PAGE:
The Pioneers George and Elizabeth Fazenbaker
George Fazenbaker and his wife Elizabeth were the ancestors of the numerous Fazenbaker family of America. George was born 8/15/1757 at Heidelsheim in southwest Germany, son of Johann Georg Fessenbecker and Catherine Pleshen.
George was among the "Hessian" soldiers hired by England's King George III to fight against the colonial forces during the American Revolutionary War. The Hessians were deeply resented by the American colonists. In the Declaration of Independence, the fact that the Hessian soldiers were hired and brought to America was cited among the grievances against King George III.
George Fazenbaker was a private in the 6th Company of the "Jager-bataillons" (that is, the hunter battalions). To be precise, George was not from that part of Germany known as Hesse, but the term Hessian is customarily applied to all the German soldiers hired by King George III.
Jaegers typically carried special rifles shorter than the Kentucky Rifle. Hessen-Kassel Jaegers were originally organized as a corps of huntsmen and sons of minor nobility. The role of the jaegers was as screening force, not as a main force unit. They were often used for reconnaissance. During engagements with the Americans, they would use their firearms at a distance, and then withdraw to reload and allow the infantry to deal with the close range combat. The jaegers maintained support for the infantry as snipers. They inflicted especially heavy casualties among American officers and NCOs.
In the German military records, George's surname was recorded as Vesenbecker and Fessenbecker. German records show that George was labeled a deserter with full arms and equipment in April 1781, very near the end of the combat phase of the War. Western Maryland genealogist Wayne Bittinger noted a different account. "A history of Germans in the state of Maryland ... reports that he had been taken prisoner of war and had refused return transportation to Germany." The two accounts, one German and one American, appear to be different perspectives on the same event.
George Fazenbaker married Elizabeth ----, who was born in the 1750s or 1760s in Germany. Circumstantial evidence suggests that Elizabeth's maiden name may have been Corbus, but proof has not been found.
George eventually settled in what is today Garrett County. The first known record of the Fazenbaker family in western Maryland was made in 1787, four years after the end of the Revolutionary War.
Wayne Bittinger wrote, "By 1787, George had made his way to western Maryland. That year, he was listed as a settler on Military Lot 3869, which is situated on the eastern slope of Big Savage Mountain in present-day Garrett County, two or three miles northwest of Barton, Maryland." This property was part of Washington County at that time, but it became part of Allegany County when it was formed in 1789, and in 1872, it became part of Garrett County. The 1798 Allegany County assessment and the 1800 federal census for Allegany County included George's name.
On 8/31/1799, George purchased 100 acres--Military Lots 3858 and 3859--on the east side of Big Savage Mountain, two miles west of present-day Barton, MD.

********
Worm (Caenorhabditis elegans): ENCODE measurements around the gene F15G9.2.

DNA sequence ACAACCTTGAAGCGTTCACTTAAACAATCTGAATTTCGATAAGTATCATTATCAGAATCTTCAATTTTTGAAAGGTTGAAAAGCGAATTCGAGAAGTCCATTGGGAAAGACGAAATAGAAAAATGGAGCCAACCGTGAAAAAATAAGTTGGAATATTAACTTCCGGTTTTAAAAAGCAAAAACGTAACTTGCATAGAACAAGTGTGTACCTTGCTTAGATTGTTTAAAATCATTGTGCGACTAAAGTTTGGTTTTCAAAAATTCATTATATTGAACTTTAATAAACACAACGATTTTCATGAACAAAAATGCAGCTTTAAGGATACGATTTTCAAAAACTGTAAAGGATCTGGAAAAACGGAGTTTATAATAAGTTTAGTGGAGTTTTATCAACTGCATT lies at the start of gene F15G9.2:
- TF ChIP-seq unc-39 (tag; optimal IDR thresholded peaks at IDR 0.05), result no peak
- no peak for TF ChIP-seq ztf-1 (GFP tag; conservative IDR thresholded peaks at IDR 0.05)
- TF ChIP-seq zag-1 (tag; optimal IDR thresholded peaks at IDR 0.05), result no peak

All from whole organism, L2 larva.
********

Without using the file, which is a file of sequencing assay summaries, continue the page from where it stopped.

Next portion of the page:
Practically nothing can be reconstructed today about the life of George Fazenbaker in western Maryland. Unlike his Warnick neighbors, he was not litigious. No court cases or estate payments involving George during his lifetime have been found.
George's last will and testament was dated 10/17/1809. The will listed the children of George and Elizabeth: Jacob Fazenbaker (born about the 1780s), Sarah "Sally" Fazenbaker (born about 1789), John Fazenbaker, Elizabeth Fazenbaker (born about 1793), Godfrey Fazenbaker (born 3/2/1795), Catharine Fazenbaker, George Fazenbaker (born about 1800), Conrad Fazenbaker (born 9/9/1802), and Marcus Fazenbaker (born 12/25/1805).
It may be concluded that George died in late 1809 or, more probably, early 1810, for his will was proven at Cumberland on 5/12/1810. He was 52 years old at the time of his death.
In the 1970s, Jack Fazenbaker wrote, "I have located the farm that George the Hessian left in his will. It is now owned by Howard C. Michael and was purchased by Mr. Michael's grandfather in 1856 from George Fazenbaker's son Godfrey. Godfrey Fazenbaker had bought the land from his brothers and sisters after Elizabeth died."
At the time of the 1810 census, Georges widow, Elizabeth, was head of a household of eight people in Allegany County.
At the time of the 1820 census, Elizabeth was head of a household that contained only herself and one male age 16 to 25. On 11/11/1823, Elizabeth paid a sum to the estate of the late James Morrison, Jr. The reason for the payment was not noted in the estate account. This is the last known record of Elizabeth Fazenbaker.
I have compiled a huge amount of information about thousands of descendants of George and Elizabeth Fazenbaker. My book, The Fazenbaker Family of Western Maryland was issued in May 1999. It has 500 pages of text, plus detailed references, an every name index, a number of photos and maps, being in all 853 pages. The book is available for sale. Interested parties should contact me by e-mail for ordering information. Soon, the Fazenbaker book will be available for reference at the Ruth Enlow Library in Grantsville, Maryland and the Library of Congress. Inquiries about western Maryland Fazenbaker families are welcome.
This page was revised November 26, 1999. For more information about western Maryland family history, visit Walt Warnick's Western Maryland Family History Home Pages.